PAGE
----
Here’s a quick exercise for you – find someone older (or younger) than you, and ask them to list the first ten names for boys and girls they can think of. You do the same. Different strokes for different folks aside, chances are the two girls’ names lists will vary much more than the boys’ names lists.
Turns out, that reflects reality – since 1940, the most popular girls’ names have changed more significantly than boys’ names have. The ten most popular girls’ baby names from 1940 (see below) have all fallen out of the top 100. Three names – Betty, Carol, and Shirley – aren’t even in the top 1,000 anymore. You can see that boys’ names have also changed dramatically, but not quite to the same extent.
One theory is that girls’ names have changed so much because women’s roles have changed so much, which seems to hold some merit. Girls’ names like Shirley or Betty evoke an era – an era when traditional gender roles were unquestioned, and when it was still OK to think that women shouldn’t vote or drive. Fortunately, those days are (mostly, we’re getting there) over now, but those once-popular names still carry the weight of what it meant to be a woman at the time. As such, we have to consider that it might not be accurate to say that those names have fallen in popularity, but that they have become distinctly stigmatized. Many parents don’t want their girls to be associated with that time in the past.
It’s not likely to be something that parents actually think about in those terms. More commonly, we label those names as “old,” something I’m sure many young people named Betty, Shirley, and Carol take umbrage at. But, that idea – that those names are “old” – likely comes from the changing roles of women in society. That’s supported by trends in boys’ names. Yes, some names have become less popular, and we have a new set of popular names now, but very few boys’ names feel “old” in the same way certain girls’ names do. That’s because the male population never had such a dramatic shift in social role. Not to say that the men of today are seen the same way as the men of the 1940s were, but it’s safe to say the generation gap there is much, much smaller than it is for females.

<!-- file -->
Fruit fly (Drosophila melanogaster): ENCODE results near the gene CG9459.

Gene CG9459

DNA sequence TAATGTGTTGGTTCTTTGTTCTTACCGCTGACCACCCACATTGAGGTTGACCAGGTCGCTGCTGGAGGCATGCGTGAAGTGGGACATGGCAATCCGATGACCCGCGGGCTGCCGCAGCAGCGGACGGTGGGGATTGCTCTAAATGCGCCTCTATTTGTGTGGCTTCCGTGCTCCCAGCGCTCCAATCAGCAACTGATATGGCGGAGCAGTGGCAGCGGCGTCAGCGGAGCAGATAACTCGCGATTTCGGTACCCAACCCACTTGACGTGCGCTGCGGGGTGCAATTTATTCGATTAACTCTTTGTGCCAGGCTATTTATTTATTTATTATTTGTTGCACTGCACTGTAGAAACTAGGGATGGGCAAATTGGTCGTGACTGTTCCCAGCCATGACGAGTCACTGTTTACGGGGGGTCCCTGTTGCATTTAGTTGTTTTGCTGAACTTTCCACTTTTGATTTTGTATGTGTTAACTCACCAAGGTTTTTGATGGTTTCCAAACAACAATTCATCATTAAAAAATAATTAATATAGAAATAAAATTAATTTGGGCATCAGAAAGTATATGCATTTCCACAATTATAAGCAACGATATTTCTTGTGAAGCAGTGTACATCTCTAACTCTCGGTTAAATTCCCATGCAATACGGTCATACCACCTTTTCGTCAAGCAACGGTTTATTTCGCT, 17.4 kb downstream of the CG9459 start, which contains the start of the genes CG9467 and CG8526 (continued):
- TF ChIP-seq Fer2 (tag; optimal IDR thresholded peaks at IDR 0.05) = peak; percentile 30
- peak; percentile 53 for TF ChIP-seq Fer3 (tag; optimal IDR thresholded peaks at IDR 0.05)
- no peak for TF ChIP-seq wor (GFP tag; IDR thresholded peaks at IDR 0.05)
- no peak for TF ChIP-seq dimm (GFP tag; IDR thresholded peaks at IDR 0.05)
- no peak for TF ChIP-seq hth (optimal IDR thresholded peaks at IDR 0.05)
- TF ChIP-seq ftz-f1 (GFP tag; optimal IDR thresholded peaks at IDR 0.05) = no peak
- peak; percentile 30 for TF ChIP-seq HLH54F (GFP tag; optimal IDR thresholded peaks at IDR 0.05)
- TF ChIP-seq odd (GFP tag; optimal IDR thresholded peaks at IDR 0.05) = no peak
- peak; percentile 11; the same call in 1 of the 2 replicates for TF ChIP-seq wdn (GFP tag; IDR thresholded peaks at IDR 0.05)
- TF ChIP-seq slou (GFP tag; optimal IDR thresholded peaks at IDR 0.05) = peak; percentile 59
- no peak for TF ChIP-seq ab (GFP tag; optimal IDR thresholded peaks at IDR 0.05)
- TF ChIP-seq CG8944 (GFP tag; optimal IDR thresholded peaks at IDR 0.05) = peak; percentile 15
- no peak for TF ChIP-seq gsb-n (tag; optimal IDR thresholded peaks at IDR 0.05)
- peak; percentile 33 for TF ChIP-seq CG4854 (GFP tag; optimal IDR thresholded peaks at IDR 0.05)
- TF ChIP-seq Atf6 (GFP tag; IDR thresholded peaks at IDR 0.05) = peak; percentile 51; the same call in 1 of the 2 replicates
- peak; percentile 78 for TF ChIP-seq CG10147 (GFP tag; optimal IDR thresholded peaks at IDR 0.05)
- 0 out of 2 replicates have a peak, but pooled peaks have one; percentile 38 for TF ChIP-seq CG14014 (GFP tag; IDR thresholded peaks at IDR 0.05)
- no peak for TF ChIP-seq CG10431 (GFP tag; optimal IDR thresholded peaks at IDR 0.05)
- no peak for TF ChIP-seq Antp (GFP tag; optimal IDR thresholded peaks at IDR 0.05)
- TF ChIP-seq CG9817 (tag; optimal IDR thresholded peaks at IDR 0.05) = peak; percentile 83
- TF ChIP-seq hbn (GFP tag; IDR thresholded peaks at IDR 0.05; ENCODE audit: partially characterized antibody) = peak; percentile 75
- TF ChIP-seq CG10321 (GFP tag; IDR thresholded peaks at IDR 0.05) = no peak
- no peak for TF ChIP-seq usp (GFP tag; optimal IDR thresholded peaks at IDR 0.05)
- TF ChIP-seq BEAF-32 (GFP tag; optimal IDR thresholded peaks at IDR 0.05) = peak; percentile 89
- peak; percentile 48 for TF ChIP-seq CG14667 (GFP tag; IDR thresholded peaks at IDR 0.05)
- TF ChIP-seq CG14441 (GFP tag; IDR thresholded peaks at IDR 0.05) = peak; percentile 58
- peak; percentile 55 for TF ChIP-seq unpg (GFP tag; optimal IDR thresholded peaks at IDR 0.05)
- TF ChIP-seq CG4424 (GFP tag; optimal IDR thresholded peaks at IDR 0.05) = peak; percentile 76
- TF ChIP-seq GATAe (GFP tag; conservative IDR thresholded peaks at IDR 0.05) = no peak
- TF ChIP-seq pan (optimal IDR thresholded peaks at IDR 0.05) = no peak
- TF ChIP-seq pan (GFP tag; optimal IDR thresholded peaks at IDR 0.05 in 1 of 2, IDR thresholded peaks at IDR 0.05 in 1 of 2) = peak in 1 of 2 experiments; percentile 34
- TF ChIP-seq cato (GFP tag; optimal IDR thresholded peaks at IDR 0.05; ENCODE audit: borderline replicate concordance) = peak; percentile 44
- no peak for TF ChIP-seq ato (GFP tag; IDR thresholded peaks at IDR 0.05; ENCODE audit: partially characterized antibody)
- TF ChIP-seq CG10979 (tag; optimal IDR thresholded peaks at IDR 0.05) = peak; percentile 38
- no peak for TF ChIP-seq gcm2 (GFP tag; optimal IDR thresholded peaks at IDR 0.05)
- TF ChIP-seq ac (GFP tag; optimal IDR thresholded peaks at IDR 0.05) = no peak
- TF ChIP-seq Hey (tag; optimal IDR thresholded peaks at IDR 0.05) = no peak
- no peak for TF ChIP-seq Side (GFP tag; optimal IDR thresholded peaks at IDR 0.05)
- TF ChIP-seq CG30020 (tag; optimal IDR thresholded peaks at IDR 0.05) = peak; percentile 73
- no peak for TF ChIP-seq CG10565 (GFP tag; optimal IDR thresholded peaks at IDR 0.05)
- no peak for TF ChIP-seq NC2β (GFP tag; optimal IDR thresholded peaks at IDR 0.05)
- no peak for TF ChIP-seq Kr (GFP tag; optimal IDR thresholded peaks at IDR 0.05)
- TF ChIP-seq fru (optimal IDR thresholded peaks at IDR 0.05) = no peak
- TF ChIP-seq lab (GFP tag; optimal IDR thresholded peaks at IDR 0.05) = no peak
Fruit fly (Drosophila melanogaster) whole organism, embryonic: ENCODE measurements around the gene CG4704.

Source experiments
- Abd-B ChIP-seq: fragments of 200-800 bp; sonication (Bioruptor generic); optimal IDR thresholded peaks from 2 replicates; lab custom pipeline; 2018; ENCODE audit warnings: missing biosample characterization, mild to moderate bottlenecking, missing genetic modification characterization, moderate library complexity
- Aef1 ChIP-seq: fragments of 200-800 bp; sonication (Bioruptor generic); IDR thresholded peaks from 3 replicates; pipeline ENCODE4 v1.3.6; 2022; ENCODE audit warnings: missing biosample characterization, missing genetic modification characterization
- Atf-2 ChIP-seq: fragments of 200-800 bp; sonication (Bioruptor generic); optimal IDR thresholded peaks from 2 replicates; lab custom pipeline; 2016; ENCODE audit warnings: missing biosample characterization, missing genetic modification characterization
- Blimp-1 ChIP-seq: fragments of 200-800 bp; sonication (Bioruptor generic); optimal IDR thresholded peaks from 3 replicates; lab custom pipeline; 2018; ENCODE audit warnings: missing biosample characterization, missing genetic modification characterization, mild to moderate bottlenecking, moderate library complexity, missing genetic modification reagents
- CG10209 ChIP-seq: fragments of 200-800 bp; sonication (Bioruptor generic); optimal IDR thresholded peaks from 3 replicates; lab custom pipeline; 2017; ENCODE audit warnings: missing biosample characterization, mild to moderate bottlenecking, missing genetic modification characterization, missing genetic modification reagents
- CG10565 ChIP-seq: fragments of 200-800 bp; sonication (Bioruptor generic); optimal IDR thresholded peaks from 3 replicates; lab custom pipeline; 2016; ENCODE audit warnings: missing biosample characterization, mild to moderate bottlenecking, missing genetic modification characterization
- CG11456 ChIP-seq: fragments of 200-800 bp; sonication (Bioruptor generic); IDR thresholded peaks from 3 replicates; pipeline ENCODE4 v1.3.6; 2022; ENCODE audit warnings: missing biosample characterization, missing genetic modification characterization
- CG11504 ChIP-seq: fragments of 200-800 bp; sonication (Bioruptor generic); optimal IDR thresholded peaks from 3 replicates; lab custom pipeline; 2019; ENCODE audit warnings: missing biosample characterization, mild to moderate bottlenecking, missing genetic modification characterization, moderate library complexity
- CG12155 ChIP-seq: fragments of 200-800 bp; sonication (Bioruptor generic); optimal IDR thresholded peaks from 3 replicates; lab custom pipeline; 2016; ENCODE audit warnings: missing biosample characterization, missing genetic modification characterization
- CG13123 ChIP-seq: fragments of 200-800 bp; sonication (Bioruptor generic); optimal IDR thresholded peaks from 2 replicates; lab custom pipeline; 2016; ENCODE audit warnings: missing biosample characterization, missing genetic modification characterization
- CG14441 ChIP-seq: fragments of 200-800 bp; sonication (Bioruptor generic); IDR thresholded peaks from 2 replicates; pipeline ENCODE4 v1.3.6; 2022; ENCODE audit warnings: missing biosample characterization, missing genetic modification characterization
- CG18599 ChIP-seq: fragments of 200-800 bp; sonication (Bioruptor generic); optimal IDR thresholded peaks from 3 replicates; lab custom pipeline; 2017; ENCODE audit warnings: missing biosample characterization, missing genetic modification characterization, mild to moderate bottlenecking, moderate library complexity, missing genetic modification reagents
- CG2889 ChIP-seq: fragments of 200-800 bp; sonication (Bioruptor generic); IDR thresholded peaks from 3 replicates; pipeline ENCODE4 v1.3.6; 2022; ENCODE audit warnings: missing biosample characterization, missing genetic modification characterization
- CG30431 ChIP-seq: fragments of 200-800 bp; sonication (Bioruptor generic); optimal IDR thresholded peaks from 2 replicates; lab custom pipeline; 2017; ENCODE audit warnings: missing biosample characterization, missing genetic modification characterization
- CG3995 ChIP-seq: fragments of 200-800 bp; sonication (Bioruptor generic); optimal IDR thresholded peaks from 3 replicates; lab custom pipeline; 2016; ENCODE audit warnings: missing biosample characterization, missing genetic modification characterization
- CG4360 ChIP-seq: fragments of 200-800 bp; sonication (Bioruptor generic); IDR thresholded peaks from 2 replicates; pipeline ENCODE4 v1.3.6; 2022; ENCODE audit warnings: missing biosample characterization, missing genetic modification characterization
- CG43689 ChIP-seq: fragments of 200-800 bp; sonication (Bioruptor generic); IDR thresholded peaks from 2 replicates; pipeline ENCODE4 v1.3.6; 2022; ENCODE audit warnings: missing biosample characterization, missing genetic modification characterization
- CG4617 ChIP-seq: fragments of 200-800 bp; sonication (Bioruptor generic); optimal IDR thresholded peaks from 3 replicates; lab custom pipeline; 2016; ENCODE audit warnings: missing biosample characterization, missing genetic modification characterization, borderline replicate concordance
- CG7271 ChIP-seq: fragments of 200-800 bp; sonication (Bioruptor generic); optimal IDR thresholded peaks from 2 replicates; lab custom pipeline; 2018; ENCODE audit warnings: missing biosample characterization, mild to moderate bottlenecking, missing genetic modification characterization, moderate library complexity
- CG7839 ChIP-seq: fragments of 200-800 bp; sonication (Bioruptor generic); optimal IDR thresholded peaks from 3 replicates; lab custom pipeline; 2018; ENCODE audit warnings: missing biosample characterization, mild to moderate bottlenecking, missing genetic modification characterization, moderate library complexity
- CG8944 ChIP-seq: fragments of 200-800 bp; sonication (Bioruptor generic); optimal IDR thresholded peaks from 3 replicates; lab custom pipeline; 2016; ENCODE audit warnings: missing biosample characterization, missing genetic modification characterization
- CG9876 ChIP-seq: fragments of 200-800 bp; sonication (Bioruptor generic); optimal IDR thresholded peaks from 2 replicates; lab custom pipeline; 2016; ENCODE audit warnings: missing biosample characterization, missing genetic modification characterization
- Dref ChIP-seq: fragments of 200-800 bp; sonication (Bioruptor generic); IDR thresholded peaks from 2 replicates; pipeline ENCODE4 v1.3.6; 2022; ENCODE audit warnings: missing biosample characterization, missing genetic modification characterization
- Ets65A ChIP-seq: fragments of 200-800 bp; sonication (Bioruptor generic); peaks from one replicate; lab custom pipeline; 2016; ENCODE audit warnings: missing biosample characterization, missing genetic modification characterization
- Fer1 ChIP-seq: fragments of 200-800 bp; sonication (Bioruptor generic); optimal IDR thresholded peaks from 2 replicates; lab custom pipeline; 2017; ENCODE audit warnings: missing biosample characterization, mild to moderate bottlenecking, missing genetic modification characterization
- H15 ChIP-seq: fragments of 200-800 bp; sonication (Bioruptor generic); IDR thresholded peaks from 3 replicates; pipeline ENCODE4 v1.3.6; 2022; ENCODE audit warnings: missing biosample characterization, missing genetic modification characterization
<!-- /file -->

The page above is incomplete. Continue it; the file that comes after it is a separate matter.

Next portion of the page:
You can’t discount the effect of popular culture, either. Names of celebrities or characters who become popular at a certain time can create shifts in naming by themselves – just consider the veritable uptick in babies named Bella (Isabella), Edward, and Jacob in the past few years. In fact, with the Internet causing a media overload and the increasing amount of entertainment consumed in the nation, you would expect the effect to only increase from here on out – and yes, that means the word “trending” is perfectly applicable for baby names, as the Daily Mail post linked above points out.
In other words, gone are the days when you were named after your grandfather or grandmother. Just be prepared – someday, you might have to tell your son or daughter they were named after a sparkly vampire. Or, you could lie. That works, too.
Statistics via findmypast.com, taken from publicly available Social Security records.